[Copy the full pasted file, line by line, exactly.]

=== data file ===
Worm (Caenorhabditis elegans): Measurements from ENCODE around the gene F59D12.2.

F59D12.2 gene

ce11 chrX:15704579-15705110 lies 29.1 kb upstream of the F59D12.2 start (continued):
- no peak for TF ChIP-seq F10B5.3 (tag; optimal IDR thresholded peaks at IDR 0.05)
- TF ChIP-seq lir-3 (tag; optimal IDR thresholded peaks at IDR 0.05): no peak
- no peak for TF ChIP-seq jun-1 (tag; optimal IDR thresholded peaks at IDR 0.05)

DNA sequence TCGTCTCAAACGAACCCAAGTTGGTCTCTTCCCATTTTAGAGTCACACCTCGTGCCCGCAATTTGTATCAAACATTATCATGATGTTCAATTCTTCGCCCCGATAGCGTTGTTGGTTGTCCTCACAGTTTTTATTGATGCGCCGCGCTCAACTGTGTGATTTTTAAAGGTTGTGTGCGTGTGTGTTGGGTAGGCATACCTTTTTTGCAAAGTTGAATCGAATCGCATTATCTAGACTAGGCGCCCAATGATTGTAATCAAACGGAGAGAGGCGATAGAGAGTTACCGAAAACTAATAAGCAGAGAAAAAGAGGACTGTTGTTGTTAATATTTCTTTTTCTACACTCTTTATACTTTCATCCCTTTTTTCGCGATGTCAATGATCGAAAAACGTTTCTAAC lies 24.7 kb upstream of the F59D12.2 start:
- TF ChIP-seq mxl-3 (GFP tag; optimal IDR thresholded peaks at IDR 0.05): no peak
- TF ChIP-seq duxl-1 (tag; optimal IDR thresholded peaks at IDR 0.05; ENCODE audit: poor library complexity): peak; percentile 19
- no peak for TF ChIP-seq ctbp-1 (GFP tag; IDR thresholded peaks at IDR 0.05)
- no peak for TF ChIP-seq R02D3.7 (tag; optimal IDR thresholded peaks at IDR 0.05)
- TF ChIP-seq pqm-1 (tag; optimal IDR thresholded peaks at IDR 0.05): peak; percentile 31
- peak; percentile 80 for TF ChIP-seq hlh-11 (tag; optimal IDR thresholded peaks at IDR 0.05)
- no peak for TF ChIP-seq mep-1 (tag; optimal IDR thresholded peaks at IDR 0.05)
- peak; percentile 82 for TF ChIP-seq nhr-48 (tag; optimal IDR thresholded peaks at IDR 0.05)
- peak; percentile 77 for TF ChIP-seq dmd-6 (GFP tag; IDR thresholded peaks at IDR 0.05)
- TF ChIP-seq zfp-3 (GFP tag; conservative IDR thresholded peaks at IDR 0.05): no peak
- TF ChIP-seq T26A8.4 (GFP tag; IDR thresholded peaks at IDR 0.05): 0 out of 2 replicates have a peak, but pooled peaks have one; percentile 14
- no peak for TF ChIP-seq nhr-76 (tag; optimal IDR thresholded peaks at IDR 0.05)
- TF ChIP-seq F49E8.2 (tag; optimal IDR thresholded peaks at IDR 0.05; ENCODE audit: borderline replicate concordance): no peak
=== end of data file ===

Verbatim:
Worm (Caenorhabditis elegans): Measurements from ENCODE around the gene F59D12.2.

F59D12.2 gene

ce11 chrX:15704579-15705110 lies 29.1 kb upstream of the F59D12.2 start (continued):
- no peak for TF ChIP-seq F10B5.3 (tag; optimal IDR thresholded peaks at IDR 0.05)
- TF ChIP-seq lir-3 (tag; optimal IDR thresholded peaks at IDR 0.05): no peak
- no peak for TF ChIP-seq jun-1 (tag; optimal IDR thresholded peaks at IDR 0.05)

DNA sequence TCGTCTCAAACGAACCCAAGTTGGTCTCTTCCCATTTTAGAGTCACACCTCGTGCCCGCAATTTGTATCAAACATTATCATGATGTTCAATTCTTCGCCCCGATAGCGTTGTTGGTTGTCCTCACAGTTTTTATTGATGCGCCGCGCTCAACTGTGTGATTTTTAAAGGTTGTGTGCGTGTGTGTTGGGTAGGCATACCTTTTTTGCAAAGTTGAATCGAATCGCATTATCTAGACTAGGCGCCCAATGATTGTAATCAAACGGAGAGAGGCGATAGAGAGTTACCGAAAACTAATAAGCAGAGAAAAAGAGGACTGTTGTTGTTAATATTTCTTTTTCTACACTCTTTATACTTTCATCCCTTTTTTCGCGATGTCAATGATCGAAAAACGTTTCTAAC lies 24.7 kb upstream of the F59D12.2 start:
- TF ChIP-seq mxl-3 (GFP tag; optimal IDR thresholded peaks at IDR 0.05): no peak
- TF ChIP-seq duxl-1 (tag; optimal IDR thresholded peaks at IDR 0.05; ENCODE audit: poor library complexity): peak; percentile 19
- no peak for TF ChIP-seq ctbp-1 (GFP tag; IDR thresholded peaks at IDR 0.05)
- no peak for TF ChIP-seq R02D3.7 (tag; optimal IDR thresholded peaks at IDR 0.05)
- TF ChIP-seq pqm-1 (tag; optimal IDR thresholded peaks at IDR 0.05): peak; percentile 31
- peak; percentile 80 for TF ChIP-seq hlh-11 (tag; optimal IDR thresholded peaks at IDR 0.05)
- no peak for TF ChIP-seq mep-1 (tag; optimal IDR thresholded peaks at IDR 0.05)
- peak; percentile 82 for TF ChIP-seq nhr-48 (tag; optimal IDR thresholded peaks at IDR 0.05)
- peak; percentile 77 for TF ChIP-seq dmd-6 (GFP tag; IDR thresholded peaks at IDR 0.05)
- TF ChIP-seq zfp-3 (GFP tag; conservative IDR thresholded peaks at IDR 0.05): no peak
- TF ChIP-seq T26A8.4 (GFP tag; IDR thresholded peaks at IDR 0.05): 0 out of 2 replicates have a peak, but pooled peaks have one; percentile 14
- no peak for TF ChIP-seq nhr-76 (tag; optimal IDR thresholded peaks at IDR 0.05)
- TF ChIP-seq F49E8.2 (tag; optimal IDR thresholded peaks at IDR 0.05; ENCODE audit: borderline replicate concordance): no peak